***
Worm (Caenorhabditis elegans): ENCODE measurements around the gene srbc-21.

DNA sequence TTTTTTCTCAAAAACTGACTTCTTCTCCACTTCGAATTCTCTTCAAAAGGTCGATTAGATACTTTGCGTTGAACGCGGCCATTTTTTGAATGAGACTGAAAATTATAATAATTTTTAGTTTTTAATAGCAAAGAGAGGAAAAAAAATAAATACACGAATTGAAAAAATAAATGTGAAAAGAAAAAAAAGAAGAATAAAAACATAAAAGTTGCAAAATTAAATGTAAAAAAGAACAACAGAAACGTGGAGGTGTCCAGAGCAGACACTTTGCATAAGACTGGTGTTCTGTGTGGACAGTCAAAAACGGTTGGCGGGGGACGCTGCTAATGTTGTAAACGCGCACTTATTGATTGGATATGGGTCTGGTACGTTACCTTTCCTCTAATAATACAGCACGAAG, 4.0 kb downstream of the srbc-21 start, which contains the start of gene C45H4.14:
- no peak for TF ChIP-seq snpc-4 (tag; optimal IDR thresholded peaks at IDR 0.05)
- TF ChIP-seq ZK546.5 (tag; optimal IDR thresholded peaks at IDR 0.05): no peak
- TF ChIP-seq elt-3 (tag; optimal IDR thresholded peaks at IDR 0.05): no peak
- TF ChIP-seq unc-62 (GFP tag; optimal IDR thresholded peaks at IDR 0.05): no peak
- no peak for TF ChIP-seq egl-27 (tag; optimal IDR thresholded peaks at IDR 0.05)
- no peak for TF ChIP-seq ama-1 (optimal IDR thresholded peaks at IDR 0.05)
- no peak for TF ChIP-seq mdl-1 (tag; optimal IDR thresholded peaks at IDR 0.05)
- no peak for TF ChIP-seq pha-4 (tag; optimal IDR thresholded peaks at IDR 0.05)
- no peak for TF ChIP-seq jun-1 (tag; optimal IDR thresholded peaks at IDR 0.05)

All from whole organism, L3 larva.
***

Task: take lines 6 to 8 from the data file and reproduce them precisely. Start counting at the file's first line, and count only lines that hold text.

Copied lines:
- TF ChIP-seq unc-62 (GFP tag; optimal IDR thresholded peaks at IDR 0.05): no peak
- no peak for TF ChIP-seq egl-27 (tag; optimal IDR thresholded peaks at IDR 0.05)
- no peak for TF ChIP-seq ama-1 (optimal IDR thresholded peaks at IDR 0.05)